In a December 19, 1929 letter written from his prison cell, co-founder of the Communist Party of Italy and political prisoner Antonio Gramsci claims, “I’m a pessimist because of intelligence, but an optimist because of will.” Seeing as how Gramsci would spend 11 years in Mussolini’s prisons before dying at age 46, he had plenty of reason to be pessimistic.
Since then, Gramsci’s association of pessimism with the rational intellect and optimism with stubborn will seems to have become almost a truism. In fact, it seems to be a popular sentiment today that optimism is somehow illogical, that we must delude ourselves into thinking positively: “mind over matter,” as the mantra goes.
It seems to me, however, that teachers have plenty of logical reasons for being unapologetic optimists. I recently returned from chaperoning five students on a trip to the Key Club district convention in Sacramento. I have to admit, at first I was less than excited at the prospect of a 14-hour round-trip bus ride with 45 teenagers and other unglamorous chaperone duties like midnight curfew checks. By the end of the convention, however, I was not only grateful for the experience, but I was also more optimistic about the future than I had been in a long time. From receiving the care package my students had prepared for me before the trip as a thank-you for chaperoning to listening to impressive young club leaders wax motivational about service and outreach, each moment of my weekend inspired me with confidence in the next generation.
“It seems to me, however, that teachers have plenty of logical reasons for being unapologetic optimists.”
The reasons for optimism in education are not merely extracurricular, either. When that student who hasn’t done any work all semester is suddenly (and unexpectedly!) hooked by a lesson on writing “colorful sentences” and is eager to share his participial phrases, I’m filled with ineffable hope for the rest of that boy’s school year because I’ve seen his spark. When a mother emails to share that her son seems excited about reading for the first time since he was in kindergarten, I’m buoyant with the confidence that my work has profound meaning.
And the rational causes for optimism don’t end with our students, either. Consider your colleagues. Regardless of whatever cathartic complaining you and they may occasionally indulge in, reflect on the likelihood–if not certainty–that every single one of them entered this special profession with the intent of changing the world, one student at a time. That kind of ambition, if nurtured and sustained, is potentially incredibly powerful and cause for rational optimism.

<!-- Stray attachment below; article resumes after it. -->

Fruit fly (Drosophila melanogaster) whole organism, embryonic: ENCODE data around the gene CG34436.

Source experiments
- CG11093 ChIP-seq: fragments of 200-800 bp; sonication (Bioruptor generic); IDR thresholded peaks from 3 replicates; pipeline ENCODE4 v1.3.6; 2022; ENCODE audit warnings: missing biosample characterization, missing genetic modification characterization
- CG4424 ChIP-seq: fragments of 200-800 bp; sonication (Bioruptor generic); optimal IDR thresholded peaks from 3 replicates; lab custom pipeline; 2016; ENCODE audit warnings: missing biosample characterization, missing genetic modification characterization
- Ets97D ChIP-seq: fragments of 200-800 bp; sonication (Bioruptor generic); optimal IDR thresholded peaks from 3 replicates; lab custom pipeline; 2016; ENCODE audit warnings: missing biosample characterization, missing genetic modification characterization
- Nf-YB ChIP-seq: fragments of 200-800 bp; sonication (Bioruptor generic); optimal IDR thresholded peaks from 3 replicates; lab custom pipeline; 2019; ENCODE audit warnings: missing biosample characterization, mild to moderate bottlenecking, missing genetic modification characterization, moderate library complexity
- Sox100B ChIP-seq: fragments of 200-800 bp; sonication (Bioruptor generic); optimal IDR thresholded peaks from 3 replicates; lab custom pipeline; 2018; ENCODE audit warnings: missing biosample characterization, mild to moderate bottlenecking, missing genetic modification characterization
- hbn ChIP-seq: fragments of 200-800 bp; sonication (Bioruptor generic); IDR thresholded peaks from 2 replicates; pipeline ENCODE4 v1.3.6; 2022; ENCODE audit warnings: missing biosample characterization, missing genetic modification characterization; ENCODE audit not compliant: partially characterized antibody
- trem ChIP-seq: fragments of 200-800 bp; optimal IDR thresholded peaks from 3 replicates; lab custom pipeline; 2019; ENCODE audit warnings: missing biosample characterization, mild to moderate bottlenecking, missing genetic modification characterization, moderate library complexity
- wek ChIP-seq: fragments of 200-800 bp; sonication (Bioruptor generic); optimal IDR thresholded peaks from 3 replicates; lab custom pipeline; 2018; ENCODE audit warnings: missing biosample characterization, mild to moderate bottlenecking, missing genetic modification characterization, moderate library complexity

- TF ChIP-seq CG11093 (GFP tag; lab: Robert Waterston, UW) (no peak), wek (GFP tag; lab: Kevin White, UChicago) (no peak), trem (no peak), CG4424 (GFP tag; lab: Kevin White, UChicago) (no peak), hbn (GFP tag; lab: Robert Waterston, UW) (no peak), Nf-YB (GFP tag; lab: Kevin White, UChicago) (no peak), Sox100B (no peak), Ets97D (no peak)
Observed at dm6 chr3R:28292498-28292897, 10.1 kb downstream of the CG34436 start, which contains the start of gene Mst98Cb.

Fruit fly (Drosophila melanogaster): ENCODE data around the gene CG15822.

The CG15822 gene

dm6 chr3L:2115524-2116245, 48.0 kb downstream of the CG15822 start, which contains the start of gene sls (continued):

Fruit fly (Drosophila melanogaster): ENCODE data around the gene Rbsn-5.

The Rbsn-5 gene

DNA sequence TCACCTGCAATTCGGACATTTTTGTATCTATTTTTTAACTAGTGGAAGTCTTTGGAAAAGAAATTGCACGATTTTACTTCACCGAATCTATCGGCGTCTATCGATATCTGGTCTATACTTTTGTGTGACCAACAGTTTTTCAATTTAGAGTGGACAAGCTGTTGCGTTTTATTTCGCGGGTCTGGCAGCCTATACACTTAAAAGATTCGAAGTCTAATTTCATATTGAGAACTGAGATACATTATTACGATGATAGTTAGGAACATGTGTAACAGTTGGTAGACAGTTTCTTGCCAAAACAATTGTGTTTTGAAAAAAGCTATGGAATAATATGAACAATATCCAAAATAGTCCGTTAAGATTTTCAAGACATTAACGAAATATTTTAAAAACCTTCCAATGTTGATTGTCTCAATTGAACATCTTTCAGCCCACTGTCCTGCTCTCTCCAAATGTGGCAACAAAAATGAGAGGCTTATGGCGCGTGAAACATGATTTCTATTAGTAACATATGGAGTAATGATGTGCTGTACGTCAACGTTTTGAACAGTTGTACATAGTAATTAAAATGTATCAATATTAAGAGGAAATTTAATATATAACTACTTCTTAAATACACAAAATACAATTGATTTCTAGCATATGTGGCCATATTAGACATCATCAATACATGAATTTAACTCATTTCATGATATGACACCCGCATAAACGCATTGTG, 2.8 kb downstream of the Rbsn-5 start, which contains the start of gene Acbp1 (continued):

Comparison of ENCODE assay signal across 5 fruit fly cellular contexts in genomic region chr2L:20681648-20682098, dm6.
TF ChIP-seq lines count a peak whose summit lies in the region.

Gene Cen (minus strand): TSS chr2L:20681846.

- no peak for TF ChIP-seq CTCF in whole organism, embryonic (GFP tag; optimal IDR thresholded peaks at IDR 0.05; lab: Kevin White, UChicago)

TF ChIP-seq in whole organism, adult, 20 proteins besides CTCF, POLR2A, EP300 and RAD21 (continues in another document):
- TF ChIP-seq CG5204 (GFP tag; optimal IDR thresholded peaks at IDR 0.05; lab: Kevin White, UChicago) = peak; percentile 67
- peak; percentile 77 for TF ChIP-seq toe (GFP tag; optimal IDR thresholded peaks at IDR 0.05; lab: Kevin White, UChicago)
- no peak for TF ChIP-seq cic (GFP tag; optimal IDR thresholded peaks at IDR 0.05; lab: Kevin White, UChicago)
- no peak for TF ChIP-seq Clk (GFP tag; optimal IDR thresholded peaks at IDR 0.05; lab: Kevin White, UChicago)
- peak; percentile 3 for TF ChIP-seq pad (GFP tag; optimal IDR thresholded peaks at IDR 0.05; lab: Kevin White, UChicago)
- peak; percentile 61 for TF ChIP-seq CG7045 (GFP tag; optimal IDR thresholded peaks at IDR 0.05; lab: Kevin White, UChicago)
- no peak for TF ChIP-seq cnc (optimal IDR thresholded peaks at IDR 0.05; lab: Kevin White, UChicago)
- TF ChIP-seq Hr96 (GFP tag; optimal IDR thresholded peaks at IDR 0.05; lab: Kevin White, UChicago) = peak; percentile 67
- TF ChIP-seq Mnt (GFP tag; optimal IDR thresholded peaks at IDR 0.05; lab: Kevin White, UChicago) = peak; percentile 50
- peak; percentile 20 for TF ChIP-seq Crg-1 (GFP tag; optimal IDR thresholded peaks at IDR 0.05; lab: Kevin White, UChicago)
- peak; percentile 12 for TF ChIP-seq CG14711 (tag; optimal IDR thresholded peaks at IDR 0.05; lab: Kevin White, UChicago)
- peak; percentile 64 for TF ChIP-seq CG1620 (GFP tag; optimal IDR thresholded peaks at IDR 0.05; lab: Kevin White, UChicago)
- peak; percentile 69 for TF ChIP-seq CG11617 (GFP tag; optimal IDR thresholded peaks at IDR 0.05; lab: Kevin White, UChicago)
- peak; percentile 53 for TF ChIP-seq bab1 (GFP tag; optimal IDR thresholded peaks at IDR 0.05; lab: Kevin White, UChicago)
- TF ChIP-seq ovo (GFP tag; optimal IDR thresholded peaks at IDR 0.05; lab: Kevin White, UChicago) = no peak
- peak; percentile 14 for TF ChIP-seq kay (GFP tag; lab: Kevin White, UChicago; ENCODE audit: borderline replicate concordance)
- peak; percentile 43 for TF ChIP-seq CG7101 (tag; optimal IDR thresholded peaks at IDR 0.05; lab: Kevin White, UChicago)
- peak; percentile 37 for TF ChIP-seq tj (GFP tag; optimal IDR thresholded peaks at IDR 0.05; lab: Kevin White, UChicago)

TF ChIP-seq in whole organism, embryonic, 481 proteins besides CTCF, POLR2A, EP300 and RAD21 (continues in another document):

Every day, if we will look for it, there is practical, logical cause for optimism in the teacher’s life. And this is where I agree with part of Gramsci’s sentiment. Optimism is, to a degree, a product of the will. We must be intentional about being optimists. We have to will ourselves to focus on the rational reasons to be positive, however insignificant they may appear some days. We need to decide to be optimists. How can we teachers do our jobs, otherwise? Ours is a labor that depends upon an optimistic outlook; our kids depend on us to teach them optimistically.
The speaker in Wordsworth’s poem “My Heart Leaps Up” describes the joy he felt upon seeing a rainbow, that archetypal symbol of hope. I read his poem as a commentary on the importance of an enduring optimism and as a tacit rejection of the most unfortunate marker of adulthood, cynicism (“The Child is father of the Man,” he submits). Just as Wordsworth finds reason for joy in a simple but very real experience, so we as teachers can find our own rainbows in those little moments of hope we encounter all the time in our profession: the ah-ha moment, the thank-you card, the perceptive comment. We need to hold firmly to those beautiful moments that punctuate our weekly hours of instruction, meetings, conferences, and even grading, and know that our optimism is a product of the intellect as well as of the will.
Do you agree that optimism is important for teachers to foster? What rational causes for optimism can you identify in your classroom? In your life? Share your thoughts or one of your personal “rainbows” in the comments below!